Peter Wynnyczuk – Ontario Representative, CUFN Steering Committee, and Executive Director, Ontario Urban Forest Council

My how things have changed in the past couple of years within Ontario’s urban forest realm.

The previous provincial government had embraced the carbon pricing programs of other jurisdictions and had supported green initiatives for residents and businesses to utilize in reducing our carbon footprint. As this newly elected provincial government is moving in a different direction than we previously experienced related to climate change and adaptability, this has led to some challenges for the green and climate adaptability sectors, which include the urban forest.

Some past events and future opportunities include:

  • • Bill 66 Schedule 10 was introduced in the Legislature earlier this year, which would have allowed municipalities to bypass Official Plans for development, provided that the new development created employment opportunities. Previously, development activities were subject to review if they occurred on lands potentially deemed protected, under various Provincial Acts, Official Plans and Zoning Bylaws. A great deal of time and energy by ENGOs, residents, municipal staff and Councils was expended to pass motions by many municipalities that stated that the Province was not considerate of municipal Official Plans. The government rescinded this Schedule 10 of the Bill after the people had spoken.
  • • The provincial carbon reduction and carbon tax programs were removed; these were in place to help fund retrofit for schools and aid in funding programs to move our communities away from oil dependency. The environmental sector is now in a position to gather support for environmental initiatives at the grassroots level to build momentum and develop green policies for future implementation.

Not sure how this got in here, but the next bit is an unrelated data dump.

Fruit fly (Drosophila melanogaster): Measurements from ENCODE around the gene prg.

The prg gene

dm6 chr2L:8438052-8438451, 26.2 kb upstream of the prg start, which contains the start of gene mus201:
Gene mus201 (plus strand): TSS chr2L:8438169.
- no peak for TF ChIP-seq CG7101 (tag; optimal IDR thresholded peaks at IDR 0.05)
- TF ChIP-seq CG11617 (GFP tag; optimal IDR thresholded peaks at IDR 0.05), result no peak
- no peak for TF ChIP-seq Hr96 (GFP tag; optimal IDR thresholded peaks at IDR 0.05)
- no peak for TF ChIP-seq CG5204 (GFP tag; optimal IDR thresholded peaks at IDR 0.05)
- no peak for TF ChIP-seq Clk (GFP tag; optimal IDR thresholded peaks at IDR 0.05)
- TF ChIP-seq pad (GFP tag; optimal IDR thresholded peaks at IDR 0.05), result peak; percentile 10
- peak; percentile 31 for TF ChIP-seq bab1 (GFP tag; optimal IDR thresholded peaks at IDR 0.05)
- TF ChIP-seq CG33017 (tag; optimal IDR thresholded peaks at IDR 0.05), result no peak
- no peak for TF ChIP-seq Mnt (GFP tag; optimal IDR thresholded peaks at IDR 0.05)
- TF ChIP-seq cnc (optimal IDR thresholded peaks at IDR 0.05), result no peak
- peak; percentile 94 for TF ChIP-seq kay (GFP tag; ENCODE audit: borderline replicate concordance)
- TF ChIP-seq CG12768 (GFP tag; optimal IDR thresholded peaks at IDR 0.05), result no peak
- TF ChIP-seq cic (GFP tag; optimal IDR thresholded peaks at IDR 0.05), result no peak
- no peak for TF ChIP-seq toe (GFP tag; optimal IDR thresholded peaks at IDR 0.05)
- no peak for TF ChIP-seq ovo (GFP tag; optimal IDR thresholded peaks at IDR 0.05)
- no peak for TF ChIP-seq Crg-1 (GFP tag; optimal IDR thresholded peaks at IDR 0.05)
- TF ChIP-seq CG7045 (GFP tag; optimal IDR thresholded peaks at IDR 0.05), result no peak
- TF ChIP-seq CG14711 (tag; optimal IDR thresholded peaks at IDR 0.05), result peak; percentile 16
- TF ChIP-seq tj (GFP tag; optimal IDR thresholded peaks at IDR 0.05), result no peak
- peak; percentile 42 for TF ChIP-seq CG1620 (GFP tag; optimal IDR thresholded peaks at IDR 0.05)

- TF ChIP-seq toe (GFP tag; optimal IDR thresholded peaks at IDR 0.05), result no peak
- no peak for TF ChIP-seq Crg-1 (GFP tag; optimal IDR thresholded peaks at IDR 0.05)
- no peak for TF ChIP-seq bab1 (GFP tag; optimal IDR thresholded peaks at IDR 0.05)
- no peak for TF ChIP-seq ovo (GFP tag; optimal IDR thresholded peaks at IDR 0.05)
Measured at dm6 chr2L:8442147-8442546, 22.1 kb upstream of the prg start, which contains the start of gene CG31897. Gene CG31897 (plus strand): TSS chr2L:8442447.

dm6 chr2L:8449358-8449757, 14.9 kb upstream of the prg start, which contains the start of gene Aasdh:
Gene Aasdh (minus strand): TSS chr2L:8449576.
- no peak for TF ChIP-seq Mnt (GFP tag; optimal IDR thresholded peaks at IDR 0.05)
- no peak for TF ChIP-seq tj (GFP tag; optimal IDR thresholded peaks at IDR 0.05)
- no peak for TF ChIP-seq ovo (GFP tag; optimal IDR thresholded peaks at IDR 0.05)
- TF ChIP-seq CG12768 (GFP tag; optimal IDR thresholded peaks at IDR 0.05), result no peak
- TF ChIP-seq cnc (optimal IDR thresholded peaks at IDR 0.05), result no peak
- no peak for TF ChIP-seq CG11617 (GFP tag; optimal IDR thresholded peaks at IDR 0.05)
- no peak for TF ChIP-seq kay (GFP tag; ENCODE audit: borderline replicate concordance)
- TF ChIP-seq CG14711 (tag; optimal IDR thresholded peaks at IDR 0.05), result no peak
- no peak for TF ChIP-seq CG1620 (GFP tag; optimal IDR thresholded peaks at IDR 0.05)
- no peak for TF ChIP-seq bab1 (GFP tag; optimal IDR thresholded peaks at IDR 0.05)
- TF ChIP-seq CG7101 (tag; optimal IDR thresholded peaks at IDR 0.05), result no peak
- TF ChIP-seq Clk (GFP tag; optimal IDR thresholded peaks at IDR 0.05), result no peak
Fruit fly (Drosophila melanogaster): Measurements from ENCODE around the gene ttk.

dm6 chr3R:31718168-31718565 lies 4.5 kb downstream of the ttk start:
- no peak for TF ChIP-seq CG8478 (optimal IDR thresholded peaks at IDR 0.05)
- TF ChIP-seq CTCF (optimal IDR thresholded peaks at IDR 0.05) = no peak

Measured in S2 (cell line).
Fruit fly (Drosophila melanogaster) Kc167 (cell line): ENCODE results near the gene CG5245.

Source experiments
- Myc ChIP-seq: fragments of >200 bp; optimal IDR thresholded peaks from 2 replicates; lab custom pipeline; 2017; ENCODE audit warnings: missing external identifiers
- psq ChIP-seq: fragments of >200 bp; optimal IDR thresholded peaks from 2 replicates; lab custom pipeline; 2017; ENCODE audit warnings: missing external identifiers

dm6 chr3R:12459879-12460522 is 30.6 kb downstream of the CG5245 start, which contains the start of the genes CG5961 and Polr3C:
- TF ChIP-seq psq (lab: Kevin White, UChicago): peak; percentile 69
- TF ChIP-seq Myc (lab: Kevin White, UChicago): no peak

• • In November, the Ontario Urban Forest Council (OUFC) will be holding its annual conference in collaboration with Tree Canada’s CUFN Ontario regional workshop on both local and national urban forestry topics.
  • • The OUFC is still supporting one of our advisors Edith George, who, for the last decade has been presenting around the province the significance of a Red Oak, which has been associated with the “Carrying Place trail” predating Confederation in Weston, a suburb of Toronto. The City of Toronto is partnering with private interests in obtaining the lands, on which this remarkable Oak sits, for a potential future parkette. This can ensure community access to view this significant tree that was saved by the original owner when he bought the house in the 1960’s. Hopefully a positive announcement on the purchase will be made in late April.
  • • Over the past year, there has been a greater trend of municipalities taking positive action to address their community trees. For municipal trees, more bylaws are being passed to enhance and protect street trees. An example is the City of St. Catharines. Addressing private trees, either through municipal planning policy or provincial Municipal Act bylaws mirrored in the planning policy, enables municipal and community discussion on tree impacts related to development both on and off site.

In summary the CUFN Ontario Region looks forward to opportunities of greater collaboration of urban forestry and related groups in sharing information and building the conversation of the urban forest, potentially one day with provincial recognition.

Your CUFN Steering Committee Ontario Representative,
Peter Wynnyczuk, Executive Director, Ontario Urban Forest Council
info@oufc.org